The Courier News from Blytheville, Arkansas on April 7, 1952 · Page 10
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The Courier News from Blytheville, Arkansas · Page 10

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Blytheville, Arkansas
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Monday, April 7, 1952
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Page 10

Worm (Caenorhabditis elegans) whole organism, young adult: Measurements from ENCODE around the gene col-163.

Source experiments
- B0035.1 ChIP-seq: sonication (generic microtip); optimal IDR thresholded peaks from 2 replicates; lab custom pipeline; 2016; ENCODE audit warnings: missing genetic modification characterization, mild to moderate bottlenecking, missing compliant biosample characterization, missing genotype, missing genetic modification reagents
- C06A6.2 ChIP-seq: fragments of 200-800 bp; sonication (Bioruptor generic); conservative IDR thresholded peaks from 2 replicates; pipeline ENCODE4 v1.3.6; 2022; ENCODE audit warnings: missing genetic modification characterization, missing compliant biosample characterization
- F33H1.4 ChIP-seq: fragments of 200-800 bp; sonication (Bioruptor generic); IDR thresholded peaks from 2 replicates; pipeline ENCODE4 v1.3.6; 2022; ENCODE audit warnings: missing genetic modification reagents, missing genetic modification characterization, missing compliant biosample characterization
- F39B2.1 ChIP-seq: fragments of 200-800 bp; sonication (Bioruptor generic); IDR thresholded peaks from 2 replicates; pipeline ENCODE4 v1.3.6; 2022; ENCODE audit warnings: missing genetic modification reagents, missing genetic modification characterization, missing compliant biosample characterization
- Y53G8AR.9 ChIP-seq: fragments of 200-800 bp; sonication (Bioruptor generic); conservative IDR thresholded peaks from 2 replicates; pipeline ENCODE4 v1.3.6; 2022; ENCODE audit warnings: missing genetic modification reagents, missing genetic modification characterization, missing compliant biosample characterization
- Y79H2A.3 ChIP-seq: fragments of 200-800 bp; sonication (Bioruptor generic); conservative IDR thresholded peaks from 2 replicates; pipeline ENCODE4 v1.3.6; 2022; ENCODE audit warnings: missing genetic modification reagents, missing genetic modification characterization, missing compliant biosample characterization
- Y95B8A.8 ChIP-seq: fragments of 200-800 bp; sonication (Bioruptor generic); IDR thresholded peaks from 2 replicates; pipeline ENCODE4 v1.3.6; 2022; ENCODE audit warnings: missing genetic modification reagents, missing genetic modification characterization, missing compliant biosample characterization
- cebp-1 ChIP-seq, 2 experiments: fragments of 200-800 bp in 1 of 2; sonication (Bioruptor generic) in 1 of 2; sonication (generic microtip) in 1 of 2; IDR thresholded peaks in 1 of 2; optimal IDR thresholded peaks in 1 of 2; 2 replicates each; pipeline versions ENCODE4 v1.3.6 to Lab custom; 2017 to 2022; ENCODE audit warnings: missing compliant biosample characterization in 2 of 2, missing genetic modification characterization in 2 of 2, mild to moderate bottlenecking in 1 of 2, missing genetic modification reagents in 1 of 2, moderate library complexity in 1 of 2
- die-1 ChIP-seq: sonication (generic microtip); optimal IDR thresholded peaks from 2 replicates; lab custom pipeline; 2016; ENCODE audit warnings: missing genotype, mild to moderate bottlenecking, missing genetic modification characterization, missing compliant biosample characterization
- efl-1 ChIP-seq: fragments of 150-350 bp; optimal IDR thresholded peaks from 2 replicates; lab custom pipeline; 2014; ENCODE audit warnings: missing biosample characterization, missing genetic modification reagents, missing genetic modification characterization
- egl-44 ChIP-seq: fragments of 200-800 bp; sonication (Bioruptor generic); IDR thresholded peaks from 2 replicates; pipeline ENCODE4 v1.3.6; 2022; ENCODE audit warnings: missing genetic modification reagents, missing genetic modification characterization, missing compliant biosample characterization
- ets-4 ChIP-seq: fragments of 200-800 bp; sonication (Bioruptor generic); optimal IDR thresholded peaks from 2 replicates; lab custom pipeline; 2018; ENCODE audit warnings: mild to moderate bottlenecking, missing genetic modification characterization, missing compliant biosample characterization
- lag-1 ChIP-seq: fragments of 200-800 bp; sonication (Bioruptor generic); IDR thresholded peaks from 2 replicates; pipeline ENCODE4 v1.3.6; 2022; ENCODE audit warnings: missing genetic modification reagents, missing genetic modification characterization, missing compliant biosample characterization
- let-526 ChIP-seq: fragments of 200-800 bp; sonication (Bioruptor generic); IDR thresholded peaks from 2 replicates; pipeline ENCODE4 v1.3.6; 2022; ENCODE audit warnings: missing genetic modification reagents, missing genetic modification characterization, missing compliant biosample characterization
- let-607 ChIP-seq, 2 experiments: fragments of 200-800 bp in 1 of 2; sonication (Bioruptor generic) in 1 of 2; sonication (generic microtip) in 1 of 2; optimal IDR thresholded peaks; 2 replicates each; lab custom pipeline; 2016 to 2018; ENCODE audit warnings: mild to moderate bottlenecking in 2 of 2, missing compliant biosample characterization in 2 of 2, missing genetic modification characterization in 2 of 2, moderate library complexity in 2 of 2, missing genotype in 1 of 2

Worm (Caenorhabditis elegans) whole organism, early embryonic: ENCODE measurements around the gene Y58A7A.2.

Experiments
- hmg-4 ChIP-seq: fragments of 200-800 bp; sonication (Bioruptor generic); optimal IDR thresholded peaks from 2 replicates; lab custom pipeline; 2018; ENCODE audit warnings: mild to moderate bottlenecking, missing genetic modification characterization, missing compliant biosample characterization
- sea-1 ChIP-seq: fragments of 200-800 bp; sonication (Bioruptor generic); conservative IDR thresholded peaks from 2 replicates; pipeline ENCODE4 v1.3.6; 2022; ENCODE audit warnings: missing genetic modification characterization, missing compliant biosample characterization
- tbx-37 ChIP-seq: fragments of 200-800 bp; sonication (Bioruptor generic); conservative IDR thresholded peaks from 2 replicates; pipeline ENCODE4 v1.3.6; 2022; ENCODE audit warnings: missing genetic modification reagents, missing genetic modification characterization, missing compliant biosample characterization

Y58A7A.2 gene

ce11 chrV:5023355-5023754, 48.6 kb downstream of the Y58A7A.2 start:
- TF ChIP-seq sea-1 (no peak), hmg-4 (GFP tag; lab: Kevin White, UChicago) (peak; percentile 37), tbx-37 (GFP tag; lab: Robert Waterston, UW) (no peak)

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PAGE TEN BLYTHKV1LLE (ARK.) COURIEk NEWS MONDAY, APRIL 7, 1MI Taft, Eisenhower Appear Headed For Deadlock at Convention By JACK BELL CHICAGO WV-WiUi three months of the campaign to go, Sen. Uo!>- ert A. Taft of Ohio and Gen. Dwight D. Elsenhower appear to be heading toward a possible deadlock at the Republican presidential nomination convention here in July. Although fewer than oil-fourth of th delegates have been chosen, a recent trend toward splitting state support between the two can- iticians believe they have a horse didates indicates they are running race on their hands nnd some of since he probably will get most of Ohio's 50. But Eisenhower has the, promise of most of New York's 90 voles in reserve and he probably will pick lip most of New Jersey's 33 in an April 15 primary. TnJt's niuno remains on the ballot there despite his attempt lo withdraw it. Some recent state convc-ntlon balloting has indicated Republican pol- the sort of race that may tie the national convention into knots. Taft apparently will get a lift by collecting most of Illinois' 50 delegates in Tuesday's primary. If he wins the preferential (popularity) contest despite a \vritc-cam- palpn for Elsenhower, there will be no doubt of his collecting '.he slate's additional 10 nominating votes at an April 25 convention. What h» i*te In Illinois and In a otale convtauon Saturday in Kentucky could put Taft near the j 30C mark In delegates by ihe' week's end. Eisenhower apparently .stilt will be below the 100 mark, although he seems likely to get Ihe lion's share of Kansas' 22 in n Thursday convention and an uncertain number In Kentucky. TnVl May Hold Leal! Taft might maintain his delegate lead for some time — especially (hem don't want to get their bets down loo early. Michigan's election of a 4G-vole delegation last week was accom- Obituaries JAYCEES Shelby F. Powell Dies; Rites Today Services for Shelby Fount Powell, who died yesterday nt niylhevtllc Josuital following on illne.ss of u- >out n yo:ir. were conducted nt 2 p.m. today nt Cnrary rinptist tfiiircli by the Rev. P. H. Jcrnlgan, >flstor. Burial svns In Klin wood Cemetery vlth Cobb Funeral Home in charge. A retired farmer. Mr. Po'A't-ll was born In Paducah. Ky.. nnd Imd resided in Blythevllle since. 1020. He was 85. Survivors Include his wife. Mrs. Alnicclla Powell; two sons, William Earnest Powell of Hlytheville nml E. I,. Powell of Lambert, Miss.; and daughter, Mrs. Grncc Bishop of Blytlicvlllc. PnUhcnrcre '^ere Max Kormce, Irn Koonce. Clmrllc Llltcs. Ed DrU'ls. Billy Mlddlcton nnd Roy McMUIn. STEEL (Continued from Page 1) Biisas State Wing of the Civil Air Patrol, Mr, Crawford will take over April 15 AS governor of Moose l/)rtgR 1507 here. He also is a past commander cf the CAP squadron here and a past-president of the Kiwan- fc Club. Blythevllle Jaycecs who attended the state convention were Mr. Moore. Mr. Crawford, II- b, Hul- Jell, Jr., Jack Rnwlings, Louts Lynch, William H. Wyatt, Leonard Johnson, Al Chaffln, Bob Worren, Joe Warren, Wiltard French, J. T. Budbury and Bryce Layson. In the project awards, Blythe- vllle won first plnce in the agriculture division, also for sponsorship of Ihe National Cotton Picking Contest. The clubs' AjnericanLsm projects during the p.ist year won second place In that division. The club also received a founder's plnqiie for or- ganixing a Junior Chaml)cr of Commerce in Jonesboro. . .... Tired of "Handouts" PINE BLUFF, Ark. (/Pj—The Arkansas Junior Chamb era of Co m- merce say they're opposed to expanded "hEmd-cwts" hy the Icdera* government. The state Jnycees board of directors adopted a statement of pol Icy to this effect at the closing »«Rson of the annual conventloi here yesterday. The resolution urges all Jnycno members and other civic or trade organizations in Arkansas to stop nsklng Congress for appropriation: "for building public structures anc to further enlarge welfare of social gain projects for the exclusive benefit of a local community/ 1 It excludes areas where "flood, fire, storm or other catastrophe make H nccessayr to rcplnce facilities.' A copy of the resolution Is to be sent to all members of Congress. The Arkansns delegation plans to submit it to the National Jaycces resolutions committee nt Its convention in June. Wins Palmer Airard In other action the convention: 1. Endorsed former state President Jack Meadows of CrosseU as a candidate for National Jaycce vice president. Meadows received the group's C. E. Palmer Dlstin- announced inter. plishcd on a basis permitting the majority of the group lo Jump fast toward any hand wagon that nets rolling nt the national convention. 33 Delegates Uupd'tlgcd Of the Michigan group 33 delegates publicly unpJodged, Commodity And Stock Markets— New York Cotton May July Oct. Open High Low 1:15 c-n Ktilu" they are for Eisenhower and wix said they back Taft. There wore such confHctlnx claims about the leanings of the unpledged it seems safe lo Kixy nobody now knows with any finality where their vole$ will go. Arthur Siunmcrfleld, Michigan riEitionul comnilUeeman, who Is chairman of the dc'lc^atlon, told this reporter he helJovcs the Chicago convent inn will be "wide open" In the .sense that neither major candidate can win a quick nomination. Eisenhower backer. 1 ; chowed their Midwestern strength last week when they caught the Taft people napping In Iowa and walked away with 15 of the state's 2R delegates. But Ihe Tuft cu nip came back strong lo rack up all yf Idaho's H. sce-Knvving huttl/; might 4133 4149 4039 4031 . 3740 3751 3703 37!5 4123 41*6 4025 4043 3727 3695 3751 3715 New Orleans Cotton possibly if Eisenhower comes home from PurLs and takes i t in the . Sen. Henry Cabot Lodge Jr. of Massachusetts. Eisenhower's nulJona! mumigiT. may have got .some kind of agreement on Unit score In a week-end visit to the general's headquarters. (Continued from Page 1) workers, But these firms produce less than 2 ncr cent of the more than tvvo million tons of steel turned out onch week. More than 050,000 workers arc Involved In the over-nil dispute. The Independents accepted the union's terras. Hint contrncts be based on the Wage Stabilization Board's recommendation for n lT/ 2 cenl-an-hour totnl wage Increase and other benefits. Recommendations Opposed Other sleol firms, Including the "Big Si.x," )mve opposed the board's recommendations. At n meeting here Thursday— the last between union nnd Industry lenders before yesterday's talks w'llh FeirisInBer—the six big companies offered n 0-ccnt-nii-hour boost nnd other benefits. Murray turned it down. Then I'eirolniier was sent hero from Washington to try lo break the deadlock. Pnirloss, whose U. S. Steel Corp. is the nation's largest, said in n rndlo broadcast last night Hint Ihe PHONE May . July . Oct. . Dec, . Open High Low 1:15 4141 . 4041 4153 4129 4055 4030 3736 3748 . 3705 3C95 4147 4051 3713 3713 Soybeans May July . Sep. Nov. High . 200 Low 288 V, 286 279 V, 213 X Close 289?; 287*1 280^1 275 K (Continued from Page 1) Just before R a. m. Ticket Lines Kcporled Picket lines were a]:<o reported in Columbus. O., at the Ohio Bell Telephone Company building, Hcirne depU^r*.-'! what he called "irresponsible" refusals by the company of union seltlemcnt offers. In n stntemcnl. he said: "The telephone strike is officially on. Ttiero hits been some movement In money by the companies, but amounts are still below what telephone workers are entitled to under wnge str.bJHzatlon. Ohio Bell nnd union officials conferred nil night long In Cleveland but apparently they were imnble to agree on anylhing that would cn!l off Ihe once-postponed strike. Arrangements Set Ul* The company previously made arrangements to man long distance switchboards \vilh supervisors. Local dial service is set np so it would not be nffccted immediately by the strike." In Detroit., bargaining between the CWA nnd Michigan Bell con- linuccl right up to Ihe deadline. Livestock NATIONAL STOCKYARDS. ILL. W— (USDA>—HOBS 15.000; opened moderately active, later .slow; welRhts 180 Ibs up mostly 15 higher than Friclny's average; llghtei weights and .sows steady to 25 higher; bulk choice Nos. 1, 2 and 3 1BO-230 Ibs 11.00-15; several loads mostly choice Nos. 1 and 2 under 220 Ibs 11.25; packer bought n 17.00 down; most choice 240-270 Ills full width of grade 10.00-85; 2BO-330 Ibs 15.50-75: 150-170 Ibs 15.25-10.75; mostly 15,50 tip: 120-140 Ibs 13.00-H.15; 100-110 Ibs 11.50 12.50; sows 400 Ibs down 15.00-50 few 15.75: heavier sows 13.25-14.75; sings 11.50-13.50; boars 9,50-12.00 Cattle 3,500, calves 500; opening active on all classes; prices stead: to strong; prime mixed steers nnd heifers 30.00; good nnd choice steers and heifers largely 30.0034.00: commercial and low good 27.00-29.00; utility nnd commercial cows 21.50-24.00; cnnners and cutters 17.00-21.00; utility nnd commercial hulls 23,00-26.55; cutter bulls 19.00-22.00; most good nnd choice vealers 30.CO-38.00: sorted prime vealers to 40.; utility nnd commercial venlers 22.00-28,00*. Sheep 1,100; few spring- lambs 30.110; which new high for season; however some outstanding spring- ers held well above this price; no early sales of old crop lambs. WU Office Still Closed Here But No Phone Strike We*t*rn Union's office here was still closed this morning because of a Commercial Telegraphers Union strike hut telephone workers were at their Jobc despite a Communications Workers of America walkout which threatened to tie up telephone service across the nation. H. E. Bracey, manager of Blythe- villc Western Union office, could lot be reached for commept this morning, hut there has been no ticketing since the shut-down Thursday. In New York, the company, tied up by strike of API., Commercial Telegraphers Union, said that in all service would be restored today to 15 towns throughout the nation. It included Hot Springs, Jonesboro and Fayettcvllle, Ark., in the group. About 100 Wc&tcrn Electric em- ployes in Arkansas joined a nationwide strtke today and threatened to set up picket lines which would Senator Soys Russia May Be Outproducing U.S. in Buildup disrupt telephone service in the state. W. W. Mitchell, wire chief here, said he didn't think ihLs area woutc be nffccted by the strike. Strikers are In the Western Electric branch of the telephone company, the unit in charge of insinuation equipment. "They just finishec work here and have left the city so I don't think we will be affcctei loo much." Mr. Mitchell said. WASHINGTOK he Senate Watchdog Committee aid today the American defense ml!d-up is far too slow due to waste, mismanagement and inefficiency. Russia, he said, may be outproducing us. Sen. Lyndon B, Johnson (D-Tex) said he was "extremely discouraged" over airplane production, asserting that a 1048 decision to hold up funds for plane development 'could well be one of the tragic decisions of our time." Johnson said in a copyrighted in- I'rview in U. S. News nnd World leport, a weekly news magazine, 'we have lost almost three years" 'n plane production as a result. He said the blame — "there's enough to go around for all"—rests with the President, his budget director, Congress and the public itself /or not dehianding action. As to present progress, Johnson said: "We are relying on our much- boasted Industrial power and assumed ability to outproduce most anybody else, when as a matter of fact we may not be outproducing the enemy at all-" He said Ihe "best sources" have told his preparedness subcommittee Russian fighter planes arc better in some respects than ours, but that in. other respects the U. S fighters are superior. lie head of But he said we are building Jet ilanes far too slowly and he is particularly discouraged over Intelligence reports of Russian produc- ion of both fighters and bombers. Wirh the Courts Cbmmon I'leus: General Contract Corporation nd General Contract Purchase Corporation vs. Mrs. E. c. Burnett, replevin of household goods. Helta Implement, Inc, vs. Max WaU'on, suit on account. On* FiiteW, Two ForMt Bonds for Drunk Driving Hubbard Ed Mills was fined S*X> and sentenced to a day in jail and two other men forfeited bontie on charges of driving while under th« influence rti intoxicating liquor In hearings in Municipal Court thii morning. Forfeiting bonds were O. I. Maxwell. $125,25, and George Williams, $123.75. Hearing for H. D. Alexander on the same charge was continued until tomorrow. Arlin Vadin forfeited a $30.25 bond on a charge of reckless driving and hearing for D. E. Allen on the same charge was continued until April 14. See if now/ Today's Big Difference in automatic washers- Percy Cunningham To Succeed Hardin IjITi'LE ROCK (/!»)— Percy Can nini;ham, Walnut Ridge lawyer, has been appointed by Gov. McMnth to serve ns circuit judge for the Third District. Cunningham will serve until Dfrc. 31 in place of the late Judge MiH- ard Hardin of Newport, finished Service n\var<! Sntui'dny lor "iinthsitnl ability un^ men." 2. TiifuiKimrtcd sports m-tit— the strike w until "benefit no one on this side of the Iron Curtain," He appealed to tlie union to call off n strike which, he said, would 1110nn "serious financial loss" for the companies, "hardship nnd suffering" for thn workers' families, in id danger-.lo the nation's "economic welfare nnd military security." - ::.. . Ttur .slcel executive called on the union to "bnrguin" on the \vnge lender of koarit proposals. He noted reports that the? government might seize nimuiil 1 tnc Industry, and snid thnt such ArkntiKus Juyc; e nt'ltun wouHI "gruvcly Impair" Armorel Negro Girls Attend State Meeting Five girls from Armorcl Negro High School atendcd n cmc-day state convention of the New Homemnkers of America in Little Rock Saturday. They are Charity Hill, Jchnnlc Henderson, Leveder Rucker, Lizzie Harris and Dorothy Dowers. They are accompanied by Elsie Cay wood, their Instructor, nnd Geneva Hara- \vtiy. principal of the school. The Hnrris nnd Bowers girls took prCrt iii a program presented by the or Rani/.a lion's statewide chorus. Junior Tennis tornnmeiH. The I production and "ultimately x opening tourney will be held in j must lead to nationalization of all Arkadelpliin, May 30-31, vitnl Industries." 3- Elected us officers: Charles — Moore of Blythevnie president; !j oc J. Walls Elected I.ce Znchry of Kl Dorado, national r ->. director, nml the fnllou'liiR dtrec- jGCretdry Of LlciSS tors: Cecil Cupp Jr.. of Arkndnlphia; Alex Lcftwich of West Memphis • Gcrnld 'IVcecly of Sprin^d-ile, and Joe 1 T. Wnlls. son of Or. nnd Mrs, J. M. Walls of Blythevllle, has been J. A. Womack of Coiuden. 1 elected secretary of the senior class 4. Chose Hot Springe ns the site nt CoHunlrin, Military Academy, Co- for the 1953 convention, nates to be himbui, Tcun.. It was nnnounc'ed to' d;iy by W. O. Bntts. superintendent. Pile Ointment Free Sl.OOJube Noled Clinic Makes Most Unusual Offer to Any Afflicted Person—No Coupon— No Charge In order to Introduce to anyone who Is afflicted with Piles (Hemorrhoids) or any similar rectal condition, the Thornton Minor Clinic will send free on request, without payment, or obligation, a full-size Sl.OO tube of Thornton Minor Pile Ointment—free and postage paid. Please send your full name and address, age, and tell us how long you have been troubled—and whether or not you have been or are now using an ointment or suppository of any kind. This offer is limited and may be withdrawn nt any time, .so we suggest you write at once. Address Thornton Minor Clinic, 911-C Linwood Blvd., Kansas all the information asked for above. No risk, no bill or charge of any kinc The Modern Way To Cut Your Grass! 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